Trigger finger is a colloquial term for stenosing tenosynovitis, also known as flexor tendonitis. It happens when the fingers become stiff and lock, or stays stuck when you trying to bend them. Straightening these fingers can be done with a quick snap or pull, which is similar to releasing the trigger of a gun, hence the term “trigger finger.”
The cause of trigger finger is either inflammation or scarring of the tendons, which prevents the finger from sliding normally within the tendon sheath. It can arise following an injury, or extensive use of the hands and fingers.
However, according to the University of Michigan Medicine, trigger finger is quite common among 40 to 60-year-old people who suffer from diabetes and rheumatoid arthritis. It is more prevalent in women than in men.
Treating Trigger Finger with Occupational Therapy
Doctors usually recommend conservative treatments like anti-inflammatory medications or steroid injections before opting for a more drastic treatment like surgery. Occupational therapy is also a crucial part of the rehabilitation of a trigger finger with a reported 66-92% recovery rate, according to a study in the journal of Occupational Therapy International.
In occupational therapy, Miami, we specialize in providing the best hand therapy services in the area for a variety of hand conditions. Don’t hesitate to book an appointment with us to enjoy a personalized approach to occupational therapy for your trigger finger.
The following may be applied or undertaken to treat trigger finger:
Wearing a splint will temporarily protect and restore the strength of the affected finger.
- Cold compress
Also known as ice therapy. This works to dull the pain and reduce the inflammation. This process should be repeated 3 to 4 times a day for 5-10 minutes per session.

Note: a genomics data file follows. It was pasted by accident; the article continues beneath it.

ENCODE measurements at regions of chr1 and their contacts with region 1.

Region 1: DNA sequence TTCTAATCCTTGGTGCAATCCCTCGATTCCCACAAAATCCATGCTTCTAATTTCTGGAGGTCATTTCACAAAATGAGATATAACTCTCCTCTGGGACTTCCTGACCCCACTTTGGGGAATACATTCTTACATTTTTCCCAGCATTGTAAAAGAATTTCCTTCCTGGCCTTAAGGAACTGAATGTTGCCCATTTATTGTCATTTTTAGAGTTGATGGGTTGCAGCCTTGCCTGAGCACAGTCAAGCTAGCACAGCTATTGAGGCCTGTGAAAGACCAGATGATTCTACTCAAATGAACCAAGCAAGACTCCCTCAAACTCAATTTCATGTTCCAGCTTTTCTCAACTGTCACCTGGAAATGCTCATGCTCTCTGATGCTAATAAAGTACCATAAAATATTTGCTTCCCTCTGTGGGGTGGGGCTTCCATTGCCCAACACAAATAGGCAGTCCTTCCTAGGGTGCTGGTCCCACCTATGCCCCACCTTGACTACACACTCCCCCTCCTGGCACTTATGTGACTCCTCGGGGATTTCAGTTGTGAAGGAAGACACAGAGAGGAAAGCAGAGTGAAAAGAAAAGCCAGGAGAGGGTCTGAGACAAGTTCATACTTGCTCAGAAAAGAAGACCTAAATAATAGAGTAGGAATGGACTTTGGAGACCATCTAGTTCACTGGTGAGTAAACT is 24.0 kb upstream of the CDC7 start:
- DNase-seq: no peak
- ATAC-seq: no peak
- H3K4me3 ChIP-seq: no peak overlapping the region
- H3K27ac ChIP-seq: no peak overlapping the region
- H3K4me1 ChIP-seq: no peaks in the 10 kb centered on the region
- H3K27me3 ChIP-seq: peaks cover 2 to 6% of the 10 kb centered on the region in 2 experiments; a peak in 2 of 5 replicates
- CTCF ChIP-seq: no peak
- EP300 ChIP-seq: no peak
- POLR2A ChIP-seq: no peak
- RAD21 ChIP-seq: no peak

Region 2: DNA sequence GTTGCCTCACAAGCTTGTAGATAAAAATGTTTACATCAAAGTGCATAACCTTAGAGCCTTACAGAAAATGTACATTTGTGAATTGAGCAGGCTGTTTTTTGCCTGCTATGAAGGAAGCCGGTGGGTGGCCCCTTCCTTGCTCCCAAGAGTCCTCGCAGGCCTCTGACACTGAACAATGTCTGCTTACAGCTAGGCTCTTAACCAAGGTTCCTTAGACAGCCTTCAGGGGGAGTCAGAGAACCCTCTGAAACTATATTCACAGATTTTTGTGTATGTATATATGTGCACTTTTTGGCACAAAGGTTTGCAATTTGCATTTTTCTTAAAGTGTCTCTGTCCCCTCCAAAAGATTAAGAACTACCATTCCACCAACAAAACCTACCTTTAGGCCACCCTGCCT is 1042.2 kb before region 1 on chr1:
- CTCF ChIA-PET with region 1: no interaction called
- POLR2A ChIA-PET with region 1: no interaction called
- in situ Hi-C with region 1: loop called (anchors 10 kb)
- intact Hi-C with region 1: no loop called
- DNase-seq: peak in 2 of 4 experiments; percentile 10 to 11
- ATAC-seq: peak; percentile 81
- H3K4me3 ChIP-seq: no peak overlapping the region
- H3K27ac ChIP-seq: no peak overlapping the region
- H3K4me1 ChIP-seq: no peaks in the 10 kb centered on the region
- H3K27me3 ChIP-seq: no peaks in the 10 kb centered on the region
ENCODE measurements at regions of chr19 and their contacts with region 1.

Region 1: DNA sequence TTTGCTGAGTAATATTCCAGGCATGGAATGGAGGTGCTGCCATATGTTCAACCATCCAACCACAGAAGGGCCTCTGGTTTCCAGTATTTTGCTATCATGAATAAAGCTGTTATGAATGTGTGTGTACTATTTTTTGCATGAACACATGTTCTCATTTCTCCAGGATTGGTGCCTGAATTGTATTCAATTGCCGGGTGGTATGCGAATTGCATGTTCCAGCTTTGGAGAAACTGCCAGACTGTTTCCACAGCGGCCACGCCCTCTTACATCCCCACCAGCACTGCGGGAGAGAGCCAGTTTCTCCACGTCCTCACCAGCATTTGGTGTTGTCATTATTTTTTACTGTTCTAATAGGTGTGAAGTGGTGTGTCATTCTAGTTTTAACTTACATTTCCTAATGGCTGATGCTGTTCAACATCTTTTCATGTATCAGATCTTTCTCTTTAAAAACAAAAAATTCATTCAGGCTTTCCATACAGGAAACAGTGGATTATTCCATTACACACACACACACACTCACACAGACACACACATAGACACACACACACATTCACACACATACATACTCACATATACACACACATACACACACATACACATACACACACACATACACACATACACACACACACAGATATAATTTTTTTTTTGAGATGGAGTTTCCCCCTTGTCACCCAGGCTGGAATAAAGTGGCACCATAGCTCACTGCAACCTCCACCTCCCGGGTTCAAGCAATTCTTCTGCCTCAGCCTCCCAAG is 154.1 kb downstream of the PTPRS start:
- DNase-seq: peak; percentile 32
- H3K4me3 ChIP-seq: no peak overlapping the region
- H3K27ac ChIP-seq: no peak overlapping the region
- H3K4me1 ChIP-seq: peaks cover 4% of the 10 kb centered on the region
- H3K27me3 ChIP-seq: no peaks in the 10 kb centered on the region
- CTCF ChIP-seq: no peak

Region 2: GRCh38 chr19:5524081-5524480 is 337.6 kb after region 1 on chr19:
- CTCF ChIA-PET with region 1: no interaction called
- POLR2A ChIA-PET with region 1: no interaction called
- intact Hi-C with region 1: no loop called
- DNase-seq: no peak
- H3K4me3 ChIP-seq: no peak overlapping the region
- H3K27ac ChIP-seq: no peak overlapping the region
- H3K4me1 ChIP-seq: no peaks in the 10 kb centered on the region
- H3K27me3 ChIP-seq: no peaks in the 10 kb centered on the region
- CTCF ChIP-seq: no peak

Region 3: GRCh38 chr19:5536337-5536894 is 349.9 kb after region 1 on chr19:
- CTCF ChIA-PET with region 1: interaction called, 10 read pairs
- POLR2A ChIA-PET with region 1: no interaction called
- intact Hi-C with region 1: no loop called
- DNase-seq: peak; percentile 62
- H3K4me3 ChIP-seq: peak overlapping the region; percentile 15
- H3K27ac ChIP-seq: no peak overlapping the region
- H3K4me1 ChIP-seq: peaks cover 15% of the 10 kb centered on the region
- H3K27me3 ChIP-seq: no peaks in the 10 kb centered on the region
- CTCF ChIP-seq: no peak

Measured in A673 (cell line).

- Warm water soak
This 10-minute repeated treatment relaxes the fingers’ stiff tendons and muscles.
- Finger exercises
Some gentle stretching can improve the finger’s flexibility and strength, as well as improve its range of motion.
This loosens up the tendon’s adhesion as well as improves blood circulation.
Our Miami occupational therapist may also advise the patient to rest the injured finger and limit activities that require its use, such as typing or using gadgets. Depending on the severity of the condition, immobilization might take two to four weeks.
Symptoms of Trigger Finger
Doctors will have to evaluate the tenderness of the fingers, the thickness of the swelling or inflammation, and the actual finger that’s locked, bent or injured. Apart from the locking, this condition may manifest symptoms like:
- Frequent finger stiffness, especially upon waking up in the morning
- Difficulty in gripping objects that may cause the fingers to lock
- Snapping or popping sensation when trying to straighten the stiff finger
- Bumps or nodules on the affected finger, especially in the base
- Swelling of the finger
- Pain in the hand
Miami occupational therapist – your trusted health care provider for trigger finger
Anyone with a trigger finger should consider calling a doctor or an occupational therapist. The earlier the treatment and rehabilitation process begins, the faster you’ll return to good health.
The treatment provided at our occupational therapy clinic in Miami leads to pain relief, shorter treatment duration, improved treatment results, and decreased indirect expenses resulting from the injury. For inquiries, Contact Us.
The material contained on this site is for informational purposes only and DOES NOT CONSTITUTE THE PROVIDING OF MEDICAL ADVICE, and is not intended to be a substitute for independent professional medical judgment, advice, diagnosis, or treatment. Always seek the advice of your physician or other qualified healthcare providers with any questions or concerns you may have regarding your health.